Best way you keep a competitive edge: I keep a competitive edge by plugging into different networks of knowledge and expertise. For instance, MSM 20, a national group of diverse pediatric clinical owners; the Virginia Physical Therapy Association Pediatric Special Interest Group (VPTA PSIG); Private Practice Section (PPS); Academy of Pediatric Physical Therapy (APPT); Integrative Training Collaborative; and the Knowledge Broker Network (KBNet), to name a few.
How do you measure your success? I know key performance indicators, return on investment, and productivity are quantitative measures to track success, but I tend to use more qualitative measures of success. For our clients, success is when they want to come to therapy and when they reach their goals. I had a mom call to cancel her son’s appointment because he had a neurologist appointment earlier that day and she felt it would be too much for him to have physical therapy later that day. Ten minutes later, the mom called back and said, “Never mind.” When she told her son she had canceled his physical therapy, he said, “No! I want to go to PT! I’ll miss out on the fun!” For our employees, success is when they have the resources and support they require to reach their specific professional goals, enjoy coming to work, and want to make a difference in their profession. For me, success is when I make a difference in a child’s life, have fun while helping them reach those goals, and still make it home in time to get my youngest son off the school bus. That’s how I measure success! Having said that, we do look at cancellation/no show rates, number of new evaluations, and number of monthly visits per clinician for more quantitative measures of success.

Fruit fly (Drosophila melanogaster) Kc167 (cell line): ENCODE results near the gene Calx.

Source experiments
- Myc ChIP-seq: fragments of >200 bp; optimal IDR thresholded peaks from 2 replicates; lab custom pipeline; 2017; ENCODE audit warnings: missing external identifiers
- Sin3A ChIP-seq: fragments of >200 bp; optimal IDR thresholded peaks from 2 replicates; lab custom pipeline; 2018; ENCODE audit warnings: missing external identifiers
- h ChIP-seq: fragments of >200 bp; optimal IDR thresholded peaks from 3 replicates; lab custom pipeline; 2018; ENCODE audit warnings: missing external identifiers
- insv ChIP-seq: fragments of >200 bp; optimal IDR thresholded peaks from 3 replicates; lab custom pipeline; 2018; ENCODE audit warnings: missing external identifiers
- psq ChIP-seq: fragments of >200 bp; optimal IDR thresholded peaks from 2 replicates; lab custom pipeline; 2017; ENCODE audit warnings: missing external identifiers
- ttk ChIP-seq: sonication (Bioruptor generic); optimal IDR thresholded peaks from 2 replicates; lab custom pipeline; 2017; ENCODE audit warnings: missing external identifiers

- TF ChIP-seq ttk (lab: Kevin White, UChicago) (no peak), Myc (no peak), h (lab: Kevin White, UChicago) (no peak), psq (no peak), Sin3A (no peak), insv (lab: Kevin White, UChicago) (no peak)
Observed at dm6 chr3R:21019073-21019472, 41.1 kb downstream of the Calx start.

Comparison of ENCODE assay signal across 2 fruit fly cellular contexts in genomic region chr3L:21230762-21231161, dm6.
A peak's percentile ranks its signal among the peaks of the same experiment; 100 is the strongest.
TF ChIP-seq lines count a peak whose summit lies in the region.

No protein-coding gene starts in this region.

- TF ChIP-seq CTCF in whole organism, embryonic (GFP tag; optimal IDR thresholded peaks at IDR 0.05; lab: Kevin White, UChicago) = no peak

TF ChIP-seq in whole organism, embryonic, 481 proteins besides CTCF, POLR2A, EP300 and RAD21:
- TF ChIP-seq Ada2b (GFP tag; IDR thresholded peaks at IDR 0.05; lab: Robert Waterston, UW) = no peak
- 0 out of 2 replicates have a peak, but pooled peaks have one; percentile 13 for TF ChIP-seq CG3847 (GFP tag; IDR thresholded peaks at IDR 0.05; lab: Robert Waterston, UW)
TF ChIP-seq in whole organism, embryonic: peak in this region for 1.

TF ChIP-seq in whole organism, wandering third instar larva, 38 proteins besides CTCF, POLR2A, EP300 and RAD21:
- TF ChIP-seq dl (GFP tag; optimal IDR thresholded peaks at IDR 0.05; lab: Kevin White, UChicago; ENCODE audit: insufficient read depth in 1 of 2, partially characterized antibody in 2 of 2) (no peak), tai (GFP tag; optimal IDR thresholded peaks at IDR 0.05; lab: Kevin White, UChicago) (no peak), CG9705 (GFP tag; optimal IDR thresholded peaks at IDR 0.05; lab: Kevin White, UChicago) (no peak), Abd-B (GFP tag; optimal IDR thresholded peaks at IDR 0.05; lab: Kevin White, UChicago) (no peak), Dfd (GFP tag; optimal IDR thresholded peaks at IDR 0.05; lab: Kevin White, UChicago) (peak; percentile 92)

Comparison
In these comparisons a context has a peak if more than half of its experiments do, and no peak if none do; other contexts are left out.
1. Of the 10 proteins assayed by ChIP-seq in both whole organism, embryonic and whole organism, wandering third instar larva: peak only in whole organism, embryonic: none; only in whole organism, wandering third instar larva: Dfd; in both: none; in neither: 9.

Goal yet to be achieved: In addition to the physical therapy services STARs provides, I would like to expand the services we offer to include occupational and speech therapy. I also want to increase STARs’ collaboration with the community and increase access for children of all abilities through an all-abilities community playground.
Best decision: The best decision I made was hiring an employee. That was a big decision for me. I was happy being a solo practitioner. I wasn’t even looking for an employee. I received an email from a physical therapist moving from North Carolina to Virginia; we agreed to meet mainly so I could help provide her with leads to other pediatric practices. When I met Kristin Sanders, we had this great synergy and the seed to grow STARs was planted. I walked away from that meeting thinking, “If I don’t hire her, someone else will hire her in a heartbeat!” Kristin is well informed, driven, follows through with commitments, optimistic, and has a ready smile. Yes, Kristin shares the workload; she also has helped shape the culture and vision at STARs.
Worst decision: Several years ago, I lost a contract to a school district because I chose the wrong approach when negotiating with the new special education director. I realized too late that she viewed my knowledge of IDEA, the children’s needs on the caseload, and tenure in the district as a threat and not a benefit. I failed to realize she was an analyst and interested only in the numbers. When she asked if I would drop my contract rate, my reaction was to say, “No. However, I won’t raise my rate despite the fact that the workload has increased by 35 percent.” I went on to extol all the reasons why my company was a better choice than the competition. In hindsight, the special education director might have responded better if I explained how using my company was a financial benefit to her district. That school district’s contract was 40 percent of my company’s revenue. That was an expensive lesson.
Toughest decision: Honestly, my toughest decision is trying to figure out what EMR [electronic medical record] system will best meet my practice’s needs.
How do you motivate your employees? During our initial interview and at employee annual reviews I ask, “What does your ideal job look like?” I gain insight as to what areas I can support my employees in and what motivates them. Motivation is personal; what motivates one person may not motivate another. I also motivate employees when they know their work is appreciated and will be rewarded, and that they are valued members of the team.